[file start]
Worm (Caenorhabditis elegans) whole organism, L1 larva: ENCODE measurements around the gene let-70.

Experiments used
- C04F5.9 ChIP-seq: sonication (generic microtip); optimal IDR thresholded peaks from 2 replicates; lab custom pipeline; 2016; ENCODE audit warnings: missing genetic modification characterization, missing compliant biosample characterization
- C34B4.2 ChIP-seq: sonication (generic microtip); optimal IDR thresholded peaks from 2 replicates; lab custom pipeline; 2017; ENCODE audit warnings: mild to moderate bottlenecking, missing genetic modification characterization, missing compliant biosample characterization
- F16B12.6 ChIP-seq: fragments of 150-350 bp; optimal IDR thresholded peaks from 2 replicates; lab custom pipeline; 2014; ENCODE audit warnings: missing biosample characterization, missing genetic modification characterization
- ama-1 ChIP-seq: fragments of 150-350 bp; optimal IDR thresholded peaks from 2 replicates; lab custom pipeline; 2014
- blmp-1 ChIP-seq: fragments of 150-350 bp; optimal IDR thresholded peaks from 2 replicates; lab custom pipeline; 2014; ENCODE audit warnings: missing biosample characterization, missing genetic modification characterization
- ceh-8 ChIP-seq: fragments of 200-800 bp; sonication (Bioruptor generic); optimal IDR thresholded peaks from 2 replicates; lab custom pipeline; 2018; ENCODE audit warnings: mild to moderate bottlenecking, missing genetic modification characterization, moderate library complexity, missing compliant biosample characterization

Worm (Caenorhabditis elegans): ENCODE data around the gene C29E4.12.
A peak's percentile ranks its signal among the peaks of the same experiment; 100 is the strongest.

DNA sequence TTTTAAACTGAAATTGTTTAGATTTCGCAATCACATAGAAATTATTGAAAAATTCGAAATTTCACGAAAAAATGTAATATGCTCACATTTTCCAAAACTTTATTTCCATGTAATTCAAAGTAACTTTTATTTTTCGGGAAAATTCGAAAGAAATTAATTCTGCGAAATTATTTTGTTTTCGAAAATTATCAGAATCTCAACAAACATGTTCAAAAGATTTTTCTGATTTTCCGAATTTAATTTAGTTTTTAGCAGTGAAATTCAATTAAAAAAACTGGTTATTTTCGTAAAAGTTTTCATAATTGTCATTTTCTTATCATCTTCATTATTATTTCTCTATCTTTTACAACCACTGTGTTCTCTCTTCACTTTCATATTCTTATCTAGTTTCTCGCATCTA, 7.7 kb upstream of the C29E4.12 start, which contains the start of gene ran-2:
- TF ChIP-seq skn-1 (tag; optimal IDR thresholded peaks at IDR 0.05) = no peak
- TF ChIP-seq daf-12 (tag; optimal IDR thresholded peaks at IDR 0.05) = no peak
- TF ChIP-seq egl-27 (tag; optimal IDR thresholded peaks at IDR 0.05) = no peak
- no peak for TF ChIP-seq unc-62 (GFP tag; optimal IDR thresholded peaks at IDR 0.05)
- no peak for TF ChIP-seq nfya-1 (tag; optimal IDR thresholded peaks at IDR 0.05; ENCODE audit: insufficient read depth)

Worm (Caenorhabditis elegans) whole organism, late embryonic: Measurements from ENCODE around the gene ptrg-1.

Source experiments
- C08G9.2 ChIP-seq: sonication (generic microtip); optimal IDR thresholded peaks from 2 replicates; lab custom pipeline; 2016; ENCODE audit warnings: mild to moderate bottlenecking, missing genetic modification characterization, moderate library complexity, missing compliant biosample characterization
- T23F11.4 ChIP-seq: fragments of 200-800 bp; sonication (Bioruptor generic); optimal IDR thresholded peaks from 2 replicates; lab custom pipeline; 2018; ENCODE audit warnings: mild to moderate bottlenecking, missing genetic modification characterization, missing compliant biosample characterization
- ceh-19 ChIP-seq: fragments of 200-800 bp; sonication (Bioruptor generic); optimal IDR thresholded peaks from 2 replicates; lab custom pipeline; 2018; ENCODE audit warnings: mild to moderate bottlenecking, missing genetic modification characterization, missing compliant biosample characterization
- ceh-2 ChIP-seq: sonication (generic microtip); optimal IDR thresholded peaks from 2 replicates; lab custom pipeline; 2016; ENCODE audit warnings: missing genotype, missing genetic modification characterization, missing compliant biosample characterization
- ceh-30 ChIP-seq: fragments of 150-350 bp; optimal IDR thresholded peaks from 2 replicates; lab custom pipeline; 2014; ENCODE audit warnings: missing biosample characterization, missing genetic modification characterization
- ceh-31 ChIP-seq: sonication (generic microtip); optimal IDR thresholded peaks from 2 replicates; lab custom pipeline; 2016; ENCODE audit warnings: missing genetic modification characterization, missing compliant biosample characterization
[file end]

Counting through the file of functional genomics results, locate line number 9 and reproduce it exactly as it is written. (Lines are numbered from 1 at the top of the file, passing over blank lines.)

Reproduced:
Worm (Caenorhabditis elegans): ENCODE data around the gene C29E4.12.